I’ve recently tried wearing bifocal contact lenses. I wore single vision contact lenses all the time when I was younger. I preferred them to glasses, they gave me superior vision to glasses and they were comfortable to wear.
I was prescribed my first pair of contact lenses when I was around 20-years-old (a long time ago … I’m one of Australia’s four million baby boomers). They were the old-fashioned hard lenses; they required little care and provided great vision for many years.
My next pair of contact lenses were the newer soft lenses six or seven years later. The soft lenses were revolutionary at the time and didn’t cause the cornea distortion that was an issue with the earlier hard lenses. However, the new soft lenses required a lot of maintenance. They had to be boiled and soaked and were more trouble than they were worth so after a year or so I went back to wearing glasses.
More recently I moved from single focus glasses to correct my myopia to multifocal lenses to deal with my presbyopia (the syndrome that many people experience as they age when they find that their arms aren’t long enough to read a book or a menu!). I’ve been very happy with the multifocal glasses, I wear them all the time as I can’t see a great deal without them and I stayed with glasses until quite recently.
I like to surf and swim when I’m on holidays and we were planning a trip to Tonga and I wanted to be able to go snorkeling and to see the coral and the tropical fish so I thought I’d try bifocal contact lenses with a view to being able to swim and see at the same time!
So off I went to the optometrist. He was very helpful and explained that due to a combination of my myopia, astigmatism and presbyopia that I was unlikely to achieve the sort of vision I received from my glasses with bifocal contact lenses. However, since I mostly wanted the lenses for distance vision I was prepared to give them a go.
He ordered in some disposable acuvue bifocal contact lenses and I went back the next day to try them on.
With bifocal contact lenses one lens is designed for distance viewing and the other lens is designed for reading.
It was a little uncomfortable at first to put contact lenses into my eyes again after so many years but I achieved it without too much difficulty. The weird thing was trying to get used to one eye seeing distant objects and one eye seeing close up.
My optometrist sent me away for half an hour to see how I managed. I made it to my local cafe where I enjoyed a cappuccino and even managed to read the paper without covering up one eye! My optometrist was happy with that result so I wore the one pair of disposables (they last two weeks) and drove home wearing my new contacts…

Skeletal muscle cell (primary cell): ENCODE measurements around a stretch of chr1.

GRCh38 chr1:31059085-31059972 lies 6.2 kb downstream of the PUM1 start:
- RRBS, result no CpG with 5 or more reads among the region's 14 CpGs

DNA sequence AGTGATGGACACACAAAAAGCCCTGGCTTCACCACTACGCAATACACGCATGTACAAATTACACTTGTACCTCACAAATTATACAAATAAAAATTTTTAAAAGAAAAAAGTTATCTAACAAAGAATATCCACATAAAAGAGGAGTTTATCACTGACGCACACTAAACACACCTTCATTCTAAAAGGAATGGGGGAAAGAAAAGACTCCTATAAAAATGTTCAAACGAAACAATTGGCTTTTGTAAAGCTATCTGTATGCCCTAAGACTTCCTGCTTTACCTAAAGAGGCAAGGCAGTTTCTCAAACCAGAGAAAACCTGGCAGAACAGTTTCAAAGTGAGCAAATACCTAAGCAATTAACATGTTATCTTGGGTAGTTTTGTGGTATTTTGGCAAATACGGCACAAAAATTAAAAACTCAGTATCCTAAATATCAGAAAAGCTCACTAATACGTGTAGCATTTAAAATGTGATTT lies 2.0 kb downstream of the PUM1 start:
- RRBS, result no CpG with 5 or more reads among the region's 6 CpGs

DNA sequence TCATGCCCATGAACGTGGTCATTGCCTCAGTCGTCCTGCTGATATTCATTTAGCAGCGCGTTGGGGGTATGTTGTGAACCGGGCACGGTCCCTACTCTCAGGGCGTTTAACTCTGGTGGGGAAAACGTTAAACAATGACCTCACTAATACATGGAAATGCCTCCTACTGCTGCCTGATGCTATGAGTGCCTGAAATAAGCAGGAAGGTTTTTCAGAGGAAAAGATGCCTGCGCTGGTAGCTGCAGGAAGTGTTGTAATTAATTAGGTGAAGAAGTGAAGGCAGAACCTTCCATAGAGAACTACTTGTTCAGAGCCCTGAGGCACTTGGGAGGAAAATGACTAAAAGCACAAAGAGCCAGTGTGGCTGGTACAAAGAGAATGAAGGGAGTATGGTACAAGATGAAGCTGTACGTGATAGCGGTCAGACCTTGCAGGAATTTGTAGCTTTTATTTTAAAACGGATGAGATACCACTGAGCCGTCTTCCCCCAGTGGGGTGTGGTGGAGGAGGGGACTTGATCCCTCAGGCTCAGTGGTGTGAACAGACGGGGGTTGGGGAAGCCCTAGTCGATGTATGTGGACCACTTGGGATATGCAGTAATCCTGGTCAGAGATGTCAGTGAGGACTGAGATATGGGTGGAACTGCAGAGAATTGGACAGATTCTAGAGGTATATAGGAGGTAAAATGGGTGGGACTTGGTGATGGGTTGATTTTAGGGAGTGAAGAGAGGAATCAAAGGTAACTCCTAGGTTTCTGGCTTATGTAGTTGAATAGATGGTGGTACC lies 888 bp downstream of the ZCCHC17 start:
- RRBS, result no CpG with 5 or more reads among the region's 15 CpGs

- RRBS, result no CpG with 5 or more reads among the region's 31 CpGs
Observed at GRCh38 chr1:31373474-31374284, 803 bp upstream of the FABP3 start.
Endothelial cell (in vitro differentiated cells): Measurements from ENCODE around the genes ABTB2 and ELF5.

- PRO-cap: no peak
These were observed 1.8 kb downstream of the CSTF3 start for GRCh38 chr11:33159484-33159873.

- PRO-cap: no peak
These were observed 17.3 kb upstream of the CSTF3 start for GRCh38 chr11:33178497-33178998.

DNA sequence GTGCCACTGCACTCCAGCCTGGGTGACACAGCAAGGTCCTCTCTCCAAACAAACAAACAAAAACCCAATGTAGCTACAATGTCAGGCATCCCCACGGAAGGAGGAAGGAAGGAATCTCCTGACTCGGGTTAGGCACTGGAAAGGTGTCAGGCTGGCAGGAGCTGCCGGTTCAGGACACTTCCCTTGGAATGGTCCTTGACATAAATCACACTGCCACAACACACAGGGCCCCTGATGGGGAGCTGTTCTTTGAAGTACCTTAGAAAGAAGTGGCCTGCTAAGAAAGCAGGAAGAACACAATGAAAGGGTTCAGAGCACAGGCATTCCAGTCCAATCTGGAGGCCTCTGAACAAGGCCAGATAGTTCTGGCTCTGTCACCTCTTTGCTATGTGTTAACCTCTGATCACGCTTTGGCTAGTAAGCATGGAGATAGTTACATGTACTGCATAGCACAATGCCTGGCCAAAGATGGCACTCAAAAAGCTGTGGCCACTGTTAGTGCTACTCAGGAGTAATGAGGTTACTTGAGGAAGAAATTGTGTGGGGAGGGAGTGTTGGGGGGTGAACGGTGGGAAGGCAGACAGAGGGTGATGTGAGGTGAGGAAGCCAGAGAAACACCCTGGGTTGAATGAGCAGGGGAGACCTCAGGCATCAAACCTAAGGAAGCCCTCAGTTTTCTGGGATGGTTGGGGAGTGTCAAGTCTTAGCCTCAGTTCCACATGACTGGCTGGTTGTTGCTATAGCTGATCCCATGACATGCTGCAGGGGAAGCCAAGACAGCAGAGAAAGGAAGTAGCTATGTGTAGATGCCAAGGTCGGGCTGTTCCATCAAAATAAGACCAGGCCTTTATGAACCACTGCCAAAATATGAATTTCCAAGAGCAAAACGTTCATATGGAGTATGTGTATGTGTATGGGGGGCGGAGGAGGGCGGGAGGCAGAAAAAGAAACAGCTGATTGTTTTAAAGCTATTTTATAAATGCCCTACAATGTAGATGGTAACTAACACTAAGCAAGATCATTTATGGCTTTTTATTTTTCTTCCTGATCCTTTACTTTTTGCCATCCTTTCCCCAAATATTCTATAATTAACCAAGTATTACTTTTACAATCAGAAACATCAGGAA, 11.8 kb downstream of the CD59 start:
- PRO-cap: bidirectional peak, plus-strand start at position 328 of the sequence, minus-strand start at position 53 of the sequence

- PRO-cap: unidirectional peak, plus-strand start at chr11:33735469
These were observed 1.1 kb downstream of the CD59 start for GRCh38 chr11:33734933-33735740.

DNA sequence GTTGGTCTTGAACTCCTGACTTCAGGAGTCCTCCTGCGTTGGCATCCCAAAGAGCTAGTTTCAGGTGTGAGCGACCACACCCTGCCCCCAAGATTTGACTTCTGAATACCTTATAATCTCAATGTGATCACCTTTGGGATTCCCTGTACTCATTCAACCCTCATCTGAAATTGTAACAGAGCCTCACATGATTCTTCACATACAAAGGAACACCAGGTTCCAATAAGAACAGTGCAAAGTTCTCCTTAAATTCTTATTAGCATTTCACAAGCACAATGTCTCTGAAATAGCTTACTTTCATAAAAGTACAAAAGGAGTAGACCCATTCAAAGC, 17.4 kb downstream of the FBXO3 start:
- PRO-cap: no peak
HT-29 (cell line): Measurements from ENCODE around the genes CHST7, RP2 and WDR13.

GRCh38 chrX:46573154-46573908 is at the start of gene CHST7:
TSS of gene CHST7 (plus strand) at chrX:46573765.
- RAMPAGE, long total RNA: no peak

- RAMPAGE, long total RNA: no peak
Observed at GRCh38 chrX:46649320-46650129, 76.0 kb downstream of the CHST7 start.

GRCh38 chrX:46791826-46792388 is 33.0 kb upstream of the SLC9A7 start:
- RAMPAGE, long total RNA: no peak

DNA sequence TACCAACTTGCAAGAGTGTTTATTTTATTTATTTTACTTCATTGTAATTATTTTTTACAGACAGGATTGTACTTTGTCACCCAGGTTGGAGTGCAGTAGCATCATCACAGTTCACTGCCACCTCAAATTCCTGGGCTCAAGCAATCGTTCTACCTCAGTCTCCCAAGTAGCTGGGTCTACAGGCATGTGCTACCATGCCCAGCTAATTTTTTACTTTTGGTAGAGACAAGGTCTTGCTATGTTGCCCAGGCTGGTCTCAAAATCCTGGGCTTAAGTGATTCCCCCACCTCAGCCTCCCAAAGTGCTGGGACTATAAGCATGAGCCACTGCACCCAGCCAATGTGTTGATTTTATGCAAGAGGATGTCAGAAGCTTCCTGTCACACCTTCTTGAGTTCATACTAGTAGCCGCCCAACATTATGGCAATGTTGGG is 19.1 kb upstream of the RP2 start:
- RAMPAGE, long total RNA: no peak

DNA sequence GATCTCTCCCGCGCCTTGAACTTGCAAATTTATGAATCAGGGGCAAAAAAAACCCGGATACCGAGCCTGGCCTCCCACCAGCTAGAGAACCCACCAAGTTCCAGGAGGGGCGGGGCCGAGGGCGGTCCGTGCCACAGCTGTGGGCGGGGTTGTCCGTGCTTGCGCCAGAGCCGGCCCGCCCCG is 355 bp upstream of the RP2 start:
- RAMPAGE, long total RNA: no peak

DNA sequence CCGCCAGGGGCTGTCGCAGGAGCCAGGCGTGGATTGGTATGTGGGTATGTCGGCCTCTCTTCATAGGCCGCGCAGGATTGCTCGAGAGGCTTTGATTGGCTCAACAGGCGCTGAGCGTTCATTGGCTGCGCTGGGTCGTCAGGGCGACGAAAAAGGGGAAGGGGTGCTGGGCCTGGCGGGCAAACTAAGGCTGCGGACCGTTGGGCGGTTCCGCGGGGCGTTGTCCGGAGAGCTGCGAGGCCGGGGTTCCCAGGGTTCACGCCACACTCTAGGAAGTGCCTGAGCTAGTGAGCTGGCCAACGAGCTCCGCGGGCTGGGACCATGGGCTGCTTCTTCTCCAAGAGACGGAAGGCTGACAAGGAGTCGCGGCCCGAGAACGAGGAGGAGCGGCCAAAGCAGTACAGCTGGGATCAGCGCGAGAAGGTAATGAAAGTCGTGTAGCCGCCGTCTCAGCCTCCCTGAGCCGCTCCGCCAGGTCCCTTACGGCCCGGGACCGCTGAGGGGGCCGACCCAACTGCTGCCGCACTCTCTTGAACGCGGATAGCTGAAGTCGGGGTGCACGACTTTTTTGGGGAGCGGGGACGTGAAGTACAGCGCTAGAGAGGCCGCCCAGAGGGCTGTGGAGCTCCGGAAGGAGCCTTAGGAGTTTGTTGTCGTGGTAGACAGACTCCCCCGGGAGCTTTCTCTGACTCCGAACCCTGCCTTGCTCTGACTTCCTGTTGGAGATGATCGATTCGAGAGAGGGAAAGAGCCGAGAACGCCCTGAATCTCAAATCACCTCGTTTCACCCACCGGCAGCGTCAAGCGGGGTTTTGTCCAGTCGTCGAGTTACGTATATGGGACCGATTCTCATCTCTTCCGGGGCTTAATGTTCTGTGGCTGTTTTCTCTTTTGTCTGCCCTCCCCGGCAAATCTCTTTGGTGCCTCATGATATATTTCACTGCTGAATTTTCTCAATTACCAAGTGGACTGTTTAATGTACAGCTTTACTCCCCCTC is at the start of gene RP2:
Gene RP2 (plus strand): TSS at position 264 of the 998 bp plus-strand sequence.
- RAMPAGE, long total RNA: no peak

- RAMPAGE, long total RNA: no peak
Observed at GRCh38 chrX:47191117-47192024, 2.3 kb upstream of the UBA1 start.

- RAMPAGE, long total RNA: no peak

I didn’t wear the new contact lenses the next day, however the day after I thought I’d better try them again and start to get used to them. I needed to build up my wearing time. I had little difficulty the second time although – as predicted by the optometrist – I didn’t have great close-up vision with them. Although, that said, I could manage to read quite well. Perhaps it’s not that I couldn’t see close-up … I think I was still trying to get used to the idea of one eye having distant vision and one eye having close-up vision. The lenses themselves were quite comfortable.
I wore the contacts most days while I was on holidays, and even though I wasn’t completely happy with the level of vision that I achieved with them they served their purpose of allowing me to swim, snorkel and see at the same time. For most of the time the lenses were quite comfortable. One lens irritated my eye slightly but I think that was only from long wear. The longest time I wore the lenses was for about nine hours one day when I was sailing.
Once the holidays were over and there was no more snorkeling and I was back to work in front of a computer.
I gave the bifocal contact lenses a go while using the computer – but it just didn’t work for me. The distance wasn’t right. I can read a book okay with the lenses but when I use the computer I’m too far from the screen to focus and I can’t sit any closer to overcome the problem as I have a large monitor.
I’ve seen the optometrist again but there is no other bifocal contact lens solution available for me. I tried them for about a month before abandoning the project. I ordered a new pair of glasses instead!
I’d use the contacts again if I was going on holidays and wasn’t going to be using a computer all the time but I just don’t find them practical for everyday use. I think the issue for me is the inability to focus both eyes at once on any object.
About the only time when I found them useful was when I was reading and that wasn’t the purpose of them – I wanted the bifocal contact lenses more for distance than for reading. Still, they served the purpose when I was snorkeling and swimming!